IF you go with shipping boots, the key is wrap as tightly as is possible. If you used quilts and polos, you MUST wrap 'inside to outside' or you will put pressure on the tendon, and not the bone.
My Vet taught us to wrap a long time ago when I took a Horse Health Care Class at his clinic. I've even wrapped 4 horses, with quilts and polos in a RECORD 25 minutes flat!! The total time for wrapping and loading was 35 minutes--MY personal best.
Can you haul him backwards? Mine is loose in half a stock trailer and he's always facing out back. Your horse may be stiff if standing in a straightload as he can't really move around.
Boots are unlikely to help with the stiffness. Maybe talk to your vet about giving your horse half a tablet of bute or something similar to help with pain from the haul.
However, a set of shipping boots or quilts with wraps will provide protection against accidental scrapes and cuts in the trailer - just make sure they fit properly otherwise they may slide down and get tangled around your horse's legs and hooves.
I'd be interested in the gel inserts, if you could find the link. =D
If you are going on a six hour haul I would defiantly recommend shipping boots. I only haul my horse about 3 miles down the road to the trainers and he always has his boots on (though he is a bit spoiled being my competition horse, I never really used shipping boots on our other ‘pleasure mounts.’) Horses do have a tendency to walk funny when you first put them on though (kind of like a dog wearing booties for the first time.) So I would suggest giving him a few minutes to get used to them before loading. As for me I just purchased the type that my trainer had, weaver. (link for website that sells them: Weaver Leather, LLCShipping Boots, Large ) The boots are really nice and lined they fit my 17hh Hano pretty well. My trainer is a firm believe in shipping boots and has converted me lol! They are a good way to help protect your horses legs.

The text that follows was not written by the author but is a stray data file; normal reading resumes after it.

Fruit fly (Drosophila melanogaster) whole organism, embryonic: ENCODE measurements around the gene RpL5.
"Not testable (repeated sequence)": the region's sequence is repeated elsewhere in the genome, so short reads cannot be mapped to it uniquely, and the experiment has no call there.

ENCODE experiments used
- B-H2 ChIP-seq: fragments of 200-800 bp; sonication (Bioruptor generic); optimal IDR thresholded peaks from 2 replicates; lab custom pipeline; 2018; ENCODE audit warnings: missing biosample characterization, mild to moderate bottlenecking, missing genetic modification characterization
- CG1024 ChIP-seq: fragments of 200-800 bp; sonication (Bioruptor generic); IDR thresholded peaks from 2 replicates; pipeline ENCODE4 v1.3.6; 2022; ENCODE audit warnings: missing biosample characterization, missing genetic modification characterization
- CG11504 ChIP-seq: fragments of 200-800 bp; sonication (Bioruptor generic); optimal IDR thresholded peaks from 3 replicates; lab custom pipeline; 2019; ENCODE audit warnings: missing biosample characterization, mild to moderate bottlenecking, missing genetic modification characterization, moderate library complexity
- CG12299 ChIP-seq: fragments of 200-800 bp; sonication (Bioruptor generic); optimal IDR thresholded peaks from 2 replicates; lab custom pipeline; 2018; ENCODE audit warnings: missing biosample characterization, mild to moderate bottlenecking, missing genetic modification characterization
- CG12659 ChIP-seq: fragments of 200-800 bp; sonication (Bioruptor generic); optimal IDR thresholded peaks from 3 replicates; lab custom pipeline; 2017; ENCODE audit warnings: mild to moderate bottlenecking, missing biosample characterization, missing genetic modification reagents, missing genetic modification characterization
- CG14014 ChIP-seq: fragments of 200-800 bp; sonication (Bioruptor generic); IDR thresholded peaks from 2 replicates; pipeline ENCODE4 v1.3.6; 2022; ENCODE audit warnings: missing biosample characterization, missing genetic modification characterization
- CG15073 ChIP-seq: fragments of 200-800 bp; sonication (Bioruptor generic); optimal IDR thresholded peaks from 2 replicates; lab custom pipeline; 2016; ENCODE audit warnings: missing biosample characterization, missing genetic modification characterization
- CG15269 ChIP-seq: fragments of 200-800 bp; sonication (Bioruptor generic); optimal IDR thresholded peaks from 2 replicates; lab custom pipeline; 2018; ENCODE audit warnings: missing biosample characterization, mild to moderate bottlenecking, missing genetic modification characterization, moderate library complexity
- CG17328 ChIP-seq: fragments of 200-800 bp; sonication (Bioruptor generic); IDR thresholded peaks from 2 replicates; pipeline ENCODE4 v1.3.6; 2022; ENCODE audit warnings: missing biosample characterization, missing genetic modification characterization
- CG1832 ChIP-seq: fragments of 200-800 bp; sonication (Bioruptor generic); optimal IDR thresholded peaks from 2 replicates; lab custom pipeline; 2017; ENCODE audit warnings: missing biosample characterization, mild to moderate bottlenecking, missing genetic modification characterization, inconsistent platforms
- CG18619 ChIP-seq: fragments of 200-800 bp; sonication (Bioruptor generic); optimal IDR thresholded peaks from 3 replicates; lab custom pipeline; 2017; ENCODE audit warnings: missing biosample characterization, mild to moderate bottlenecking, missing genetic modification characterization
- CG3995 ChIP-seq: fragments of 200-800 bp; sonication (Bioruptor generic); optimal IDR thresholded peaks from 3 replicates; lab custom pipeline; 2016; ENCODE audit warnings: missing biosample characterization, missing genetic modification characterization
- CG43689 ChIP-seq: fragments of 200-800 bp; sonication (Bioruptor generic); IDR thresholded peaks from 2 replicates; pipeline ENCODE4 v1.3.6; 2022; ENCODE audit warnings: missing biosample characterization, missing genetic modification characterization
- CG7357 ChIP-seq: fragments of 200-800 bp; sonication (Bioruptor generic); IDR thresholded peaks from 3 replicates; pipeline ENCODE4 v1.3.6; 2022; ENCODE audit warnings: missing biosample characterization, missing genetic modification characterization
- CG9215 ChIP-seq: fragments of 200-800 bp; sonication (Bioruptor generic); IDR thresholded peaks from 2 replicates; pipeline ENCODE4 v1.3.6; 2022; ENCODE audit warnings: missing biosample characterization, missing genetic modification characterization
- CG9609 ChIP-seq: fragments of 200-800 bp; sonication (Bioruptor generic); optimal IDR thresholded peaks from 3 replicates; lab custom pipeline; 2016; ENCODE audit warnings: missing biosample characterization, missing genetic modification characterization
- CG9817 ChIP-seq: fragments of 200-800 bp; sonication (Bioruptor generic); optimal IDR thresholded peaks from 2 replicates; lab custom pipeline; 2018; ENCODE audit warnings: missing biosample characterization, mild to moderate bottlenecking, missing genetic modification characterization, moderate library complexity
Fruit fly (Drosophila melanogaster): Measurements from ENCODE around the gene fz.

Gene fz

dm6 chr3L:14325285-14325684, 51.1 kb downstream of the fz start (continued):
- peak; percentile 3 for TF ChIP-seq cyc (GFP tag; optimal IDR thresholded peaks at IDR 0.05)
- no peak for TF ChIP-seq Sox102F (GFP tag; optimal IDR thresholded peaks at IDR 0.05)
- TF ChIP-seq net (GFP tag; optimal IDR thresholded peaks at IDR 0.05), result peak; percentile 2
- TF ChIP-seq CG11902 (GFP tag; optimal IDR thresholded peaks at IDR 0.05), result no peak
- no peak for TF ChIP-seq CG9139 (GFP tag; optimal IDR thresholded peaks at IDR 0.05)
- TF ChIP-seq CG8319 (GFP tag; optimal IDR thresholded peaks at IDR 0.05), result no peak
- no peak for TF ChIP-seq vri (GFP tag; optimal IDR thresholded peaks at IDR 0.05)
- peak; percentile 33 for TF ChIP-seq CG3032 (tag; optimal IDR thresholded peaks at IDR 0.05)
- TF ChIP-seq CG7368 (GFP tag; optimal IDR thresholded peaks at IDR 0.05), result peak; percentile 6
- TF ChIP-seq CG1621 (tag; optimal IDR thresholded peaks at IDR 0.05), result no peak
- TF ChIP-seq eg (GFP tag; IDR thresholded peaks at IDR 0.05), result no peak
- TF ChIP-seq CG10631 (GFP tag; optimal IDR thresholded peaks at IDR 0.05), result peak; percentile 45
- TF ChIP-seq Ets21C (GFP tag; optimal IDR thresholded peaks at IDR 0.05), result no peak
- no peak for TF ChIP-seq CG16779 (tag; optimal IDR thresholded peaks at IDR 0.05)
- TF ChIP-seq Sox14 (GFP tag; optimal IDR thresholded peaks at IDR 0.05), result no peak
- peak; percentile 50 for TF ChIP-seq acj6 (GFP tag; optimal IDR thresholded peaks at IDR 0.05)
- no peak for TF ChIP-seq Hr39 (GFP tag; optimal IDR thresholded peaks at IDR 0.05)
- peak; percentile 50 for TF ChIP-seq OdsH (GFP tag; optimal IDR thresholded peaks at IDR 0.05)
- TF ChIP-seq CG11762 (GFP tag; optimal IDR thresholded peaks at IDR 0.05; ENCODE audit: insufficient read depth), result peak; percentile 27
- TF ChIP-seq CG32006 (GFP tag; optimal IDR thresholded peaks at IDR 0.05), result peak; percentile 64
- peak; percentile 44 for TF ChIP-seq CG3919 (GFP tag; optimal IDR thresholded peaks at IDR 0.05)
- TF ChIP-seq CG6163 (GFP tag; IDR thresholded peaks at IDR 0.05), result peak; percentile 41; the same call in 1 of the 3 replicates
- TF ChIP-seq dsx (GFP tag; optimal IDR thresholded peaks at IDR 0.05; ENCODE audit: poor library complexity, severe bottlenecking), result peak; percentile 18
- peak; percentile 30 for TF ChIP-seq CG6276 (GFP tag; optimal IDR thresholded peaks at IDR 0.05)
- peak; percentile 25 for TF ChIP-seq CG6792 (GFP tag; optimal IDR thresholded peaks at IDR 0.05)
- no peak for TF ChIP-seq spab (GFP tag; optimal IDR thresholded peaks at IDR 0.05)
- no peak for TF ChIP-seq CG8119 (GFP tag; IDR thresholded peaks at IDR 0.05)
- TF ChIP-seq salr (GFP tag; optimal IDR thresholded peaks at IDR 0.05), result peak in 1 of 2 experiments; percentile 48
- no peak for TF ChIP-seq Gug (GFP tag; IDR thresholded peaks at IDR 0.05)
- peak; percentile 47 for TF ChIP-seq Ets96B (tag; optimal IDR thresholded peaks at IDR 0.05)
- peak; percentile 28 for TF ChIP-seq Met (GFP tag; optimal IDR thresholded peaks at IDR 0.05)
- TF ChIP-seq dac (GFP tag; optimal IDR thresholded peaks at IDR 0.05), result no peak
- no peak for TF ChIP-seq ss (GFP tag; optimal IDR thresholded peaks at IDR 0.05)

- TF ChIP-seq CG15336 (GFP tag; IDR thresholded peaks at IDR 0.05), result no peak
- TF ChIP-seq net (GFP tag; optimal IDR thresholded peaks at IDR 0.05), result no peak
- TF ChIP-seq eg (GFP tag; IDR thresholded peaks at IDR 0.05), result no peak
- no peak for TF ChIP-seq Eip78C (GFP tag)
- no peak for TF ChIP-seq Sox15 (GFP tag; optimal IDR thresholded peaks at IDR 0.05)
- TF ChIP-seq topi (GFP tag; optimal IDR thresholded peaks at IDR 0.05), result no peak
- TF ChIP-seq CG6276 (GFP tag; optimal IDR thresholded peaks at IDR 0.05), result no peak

Thank you everyone! I should have gone into more detail. When we had him hauled here by a professional service it was a nightmare.. he gashed his eyebrow open and had to have 7 stitches, had cuts down the backs of his legs, and it was a nightmare for him im sure. That being said, he trailers perfectly fine for short distance shows. They hauler had ran out of hay and he was in a box stall... which i never got a full look at but im guessing it wasnt completely hugging him in. He was very sore. So I figured shipping boots would be a good option. I will be pulling him in a 2 horse slant load bumper pull. So shipping boots do nothing for soreness ? Just to prevent cuts and scrapes correct? I was thinking of giving him some bute before the haul.. wasnt sure if that was safe or not. I will be hauling him with a magnetic blanket which I have never used but was suckered into buying one with the thought that it does quick muscle recovery and calms your horse down... some magic blanket... Anyways.. It was such a nightmare last time that I am wanting to do this is best way possible for my boy!